Congress votes for independence - HISTORY
The Second Continental Congress was a convention of delegates from the Thirteen Colonies that started meeting in the spring of in Philadelphia, . On May 10, , Congress passed a resolution recommending that any colony with a. "Common Sense." Thomas Paine moved many to the cause of A committee was appointed to draft a declaration of independence, and Thomas. On this day in , the Second Continental Congress, assembled in Philadelphia, The vote is unanimous, with only New York abstaining. . V. M. Molotov walks out of a meeting with representatives of the British and French governments.
On October 21, the delegates approved separate statements for the people of Great Britain and the North American colonies, explaining the colonial position, and on October 26 a similar address was approved for the people of Quebec. They did not draft such a letter to the British Parliament as the colonists viewed the Parliament as the aggressor behind the recent Intolerable Acts.
Lastly, not fully expecting the standoff in Massachusetts to explode into full-scale war, the Congress agreed to reconvene in Philadelphia on May 10, By the time Congress met again, war was already underway, and thus the delegates to the Second Continental Congress formed the Continental Army and dispatched George Washington to Massachusetts as its commander.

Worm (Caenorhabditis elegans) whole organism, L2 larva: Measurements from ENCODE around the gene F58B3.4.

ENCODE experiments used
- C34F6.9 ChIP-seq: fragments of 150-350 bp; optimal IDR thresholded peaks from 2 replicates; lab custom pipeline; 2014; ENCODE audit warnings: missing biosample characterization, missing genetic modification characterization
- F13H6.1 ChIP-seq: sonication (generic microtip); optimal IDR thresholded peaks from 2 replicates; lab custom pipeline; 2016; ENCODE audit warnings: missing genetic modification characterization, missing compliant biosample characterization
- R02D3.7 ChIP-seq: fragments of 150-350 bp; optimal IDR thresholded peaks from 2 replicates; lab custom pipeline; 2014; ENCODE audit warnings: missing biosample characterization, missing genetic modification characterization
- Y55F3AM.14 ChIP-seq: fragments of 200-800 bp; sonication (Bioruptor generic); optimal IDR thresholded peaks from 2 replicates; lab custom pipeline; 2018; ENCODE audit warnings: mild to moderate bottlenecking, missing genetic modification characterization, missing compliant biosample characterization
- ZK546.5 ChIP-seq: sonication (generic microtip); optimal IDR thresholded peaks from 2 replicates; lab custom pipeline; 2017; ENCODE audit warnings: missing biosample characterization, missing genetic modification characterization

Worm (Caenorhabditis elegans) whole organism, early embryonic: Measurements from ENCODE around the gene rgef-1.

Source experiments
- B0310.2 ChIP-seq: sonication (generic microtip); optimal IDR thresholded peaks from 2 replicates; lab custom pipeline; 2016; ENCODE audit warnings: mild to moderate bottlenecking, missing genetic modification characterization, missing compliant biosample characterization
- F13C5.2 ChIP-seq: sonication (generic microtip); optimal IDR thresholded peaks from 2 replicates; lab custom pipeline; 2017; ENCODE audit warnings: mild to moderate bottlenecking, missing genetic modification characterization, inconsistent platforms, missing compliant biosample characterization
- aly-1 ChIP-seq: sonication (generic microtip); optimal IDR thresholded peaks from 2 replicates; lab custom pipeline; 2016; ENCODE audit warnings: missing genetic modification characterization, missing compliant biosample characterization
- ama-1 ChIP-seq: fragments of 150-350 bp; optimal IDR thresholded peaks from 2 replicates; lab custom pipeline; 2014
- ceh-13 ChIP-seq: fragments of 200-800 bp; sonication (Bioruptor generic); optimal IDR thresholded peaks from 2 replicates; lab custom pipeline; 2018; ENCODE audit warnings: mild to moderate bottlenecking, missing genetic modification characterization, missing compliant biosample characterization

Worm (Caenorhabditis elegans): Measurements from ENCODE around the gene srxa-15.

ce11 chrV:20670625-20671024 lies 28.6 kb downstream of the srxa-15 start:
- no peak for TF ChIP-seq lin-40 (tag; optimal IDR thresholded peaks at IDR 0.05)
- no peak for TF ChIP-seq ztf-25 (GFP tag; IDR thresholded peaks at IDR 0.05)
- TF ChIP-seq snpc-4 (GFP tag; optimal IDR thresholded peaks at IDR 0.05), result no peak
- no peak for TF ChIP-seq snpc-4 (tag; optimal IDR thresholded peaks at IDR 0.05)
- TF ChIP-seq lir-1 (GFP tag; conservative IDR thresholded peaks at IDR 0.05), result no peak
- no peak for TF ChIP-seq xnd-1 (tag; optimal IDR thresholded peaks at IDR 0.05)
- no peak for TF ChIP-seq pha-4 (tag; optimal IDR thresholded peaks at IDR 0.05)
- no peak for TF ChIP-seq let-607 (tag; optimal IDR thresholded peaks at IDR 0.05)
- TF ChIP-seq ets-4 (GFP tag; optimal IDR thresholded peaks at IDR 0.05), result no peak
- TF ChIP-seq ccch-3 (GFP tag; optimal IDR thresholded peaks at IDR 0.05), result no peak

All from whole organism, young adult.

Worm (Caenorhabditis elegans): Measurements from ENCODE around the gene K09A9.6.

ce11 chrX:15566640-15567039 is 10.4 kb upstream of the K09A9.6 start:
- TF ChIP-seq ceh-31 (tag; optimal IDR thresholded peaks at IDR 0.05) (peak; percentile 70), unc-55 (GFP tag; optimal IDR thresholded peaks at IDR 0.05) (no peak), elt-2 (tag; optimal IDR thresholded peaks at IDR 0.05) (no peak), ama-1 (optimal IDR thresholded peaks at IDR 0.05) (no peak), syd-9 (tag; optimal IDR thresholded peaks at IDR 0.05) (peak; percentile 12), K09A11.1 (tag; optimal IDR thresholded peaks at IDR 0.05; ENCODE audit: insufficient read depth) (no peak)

Meanwhile, Congress drafted the Olive Branch Petition, which attempted to suggest means of resolving disputes between the colonies and Great Britain. As British authority crumbled in the colonies, the Continental Congress effectively took over as the de facto national government, thereby exceeding the initial authority granted to it by the individual colonial governments.
However, the local groups that had formed to enforce the colonial boycott continued to support the Congress. The Second Congress continued to meet until March 1,when the Articles of Confederation that established a new national government for the United States took effect.
As the de facto national government, the Continental Congress assumed the role of negotiating diplomatic agreements with foreign nations. The British Parliament banned trade with the colonies and authorized the seizure of colonial vessels on December These actions served to further erode the positions of anti-independence moderates in Congress and bolster those of pro-independence leaders. The victories gave an important boost to Patriots at a time when morale was flagging, and have become iconic images of the war.
The plan called for two British armies to converge on Albany, New York from the north and south, dividing the colonies in two and separating New England from the rest.The 8 U.S. Presidents Before George Washington
Failed communications and poor planning resulted in the army descending from Canada, commanded by General John Burgoynebogging down in dense forest north of Albany.
Meanwhile, the British Army that was supposed to advance up the Hudson River to meet Burgoyne went instead to Philadelphia, in a vain attempt to end the war by capturing the American capital city. Burgoyne's army was overwhelmed at Saratoga by a swarming of local militia, spearheaded by a cadre of American regulars.
Said one British officer: The courage and obstinacy with which the Americans fought were the astonishment of everyone, and we now became fully convinced that they are not that contemptible enemy we had hitherto imagined them, incapable of standing a regular engagement, and that they would only fight behind strong and powerful works. France was soon joined by Spain and the Netherlands, both major naval powers with an interest in undermining British strength.